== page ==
Not a trace of the Saxon church where Werburgh was laid to rest remains visible above ground today, although excavations during the recent replacement of the nave floor revealed stonework which may have formed part of it.
When the mortal remains of Saint Werburgh was brought to Chester, they were put into a casket which was eventually, around 1340, housed in a beautiful and ornate carved shrine. Upon the efficacy of this shrine and its relics, the church was to gain a considerable- and exceedingly lucrative- reputation as a place of pilgrimage.
Henry Bradshaw (died 1513), a monk of the Abbey whom wrote a famous life of the saint, claimed that the shrine had been responsible for miraculous interventions that had saved Chester in times of peril. For example, when the Welsh under King Gruffydd besieged the city, the shrine was lifted up onto the battlements; as soon as the King looked upon it, he was struck blind and the siege was abandoned.
The presence of the saint was given as the reason the Abbey was untouched when much of Chester was destroyed by a succession of disastrous fires.
The shrine, once brightly painted and containing a jewel-encrusted casket housing the relics of the saint, was broken up on the order of Henry VIII at the reformation when the Abbey itself was dissolved, and parts of it were actually incorporated into the fabric of a grand throne constructed soon after for the new Bishop. In 1876, its scattered portions, as many as could be found, were re-assembled by one of the cathedral's restorers, Sir A. W. Blomfield, and today the understandably battered-looking result stands in the Lady Chapel. It no longer houses the bones of Werburgh however, and nobody now knows what became of them.
In the time of King Aethelstan, around AD 975, a monastery was founded here and dedicated to St. Werburgh and St. Oswald. In 1057, Leofric, Earl of Mercia, largely rebuilt the church and gave land for the support of the foundation.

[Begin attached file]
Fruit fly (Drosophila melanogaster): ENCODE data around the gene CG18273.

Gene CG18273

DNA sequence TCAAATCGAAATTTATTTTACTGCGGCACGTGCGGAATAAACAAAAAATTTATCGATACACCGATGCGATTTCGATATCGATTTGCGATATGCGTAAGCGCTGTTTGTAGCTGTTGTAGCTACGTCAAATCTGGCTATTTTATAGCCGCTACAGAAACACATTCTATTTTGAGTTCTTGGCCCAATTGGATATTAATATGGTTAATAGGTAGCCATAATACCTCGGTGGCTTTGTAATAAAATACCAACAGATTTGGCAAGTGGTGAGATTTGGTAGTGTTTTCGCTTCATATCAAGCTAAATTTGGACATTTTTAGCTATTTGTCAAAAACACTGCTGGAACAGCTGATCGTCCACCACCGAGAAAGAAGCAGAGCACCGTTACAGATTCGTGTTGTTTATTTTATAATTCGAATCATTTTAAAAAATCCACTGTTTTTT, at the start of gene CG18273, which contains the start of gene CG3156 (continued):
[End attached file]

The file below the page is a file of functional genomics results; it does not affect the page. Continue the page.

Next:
(The finest Norman ecclesiastical architecture in Chester, however, is to be seen in the wonderful building we are to visit later in our stroll: the Church of St. John the Baptist)
In 1101, after a lifetime of excess, Hugh the Wolf, oppressor of the people and father of numerous illegitiate children, having over the years become Hugh the Fat- took Holy Orders and became a monk of the Abbey, doubtlessly in a last-minute attempt to atone for his numerous sins.
In the mid-13th century, the new Gothic style of architecture spread from Europe, first appearing at Chester in the beautiful Lady Chapel of c.1260 and the Chapter House of c.1250, from where the abbey was administered and the monks would listen to a daily chapter from the rule of St. Benedict. This was also the burial place of the Abbots and also of most of the Earls of Chester. This has one of the finest vaulted interiors of its type anywhere, a splendid example of the first period of native Gothic architecture, the Early English.
The Baptistry (above) is housed in one of the oldest surviving sections of the Cathedral, the Romanesque (Norman) north-west tower, built in the middle of the 12th century. The white marble font was found in a ruined church in Italy and is carved with early Christian symbols such as peacocks (representing the resurrection) and bears the Greek letters alpha and omega. Said to have been made in the sixth or seventh century, its original purpose remains a mystery- perhaps it was the well-head in some long vanished village.
Like the Saxon minster before it, the Abbey served the townspeople as a parish church, services being held in the south aisle of the nave at an altar dedicated to St. Oswald.
With the rebuilding of the nave in the 14th century, they were required by the monks to move to a former guild chapel dedicated to St. Nicolas, which had been built in 1280, and which is still standing just across the road from the Cathedral in what is now St.Werburgh Street.
Their new accomodation seems to have been unpopular with the parishioners as they later returned to worship in the exceptionally-large south transept of the Abbey, which was designated as the Parish Church of St. Oswald and actually walled off from the rest of the building. This unusual situation continued until as late as 1872, when the new Church of St. Thomas of Canterbury in Parkgate Road, one of hundreds of churches designed by Sir George Gilbert Scott- became the church of the Parish of St. Oswald.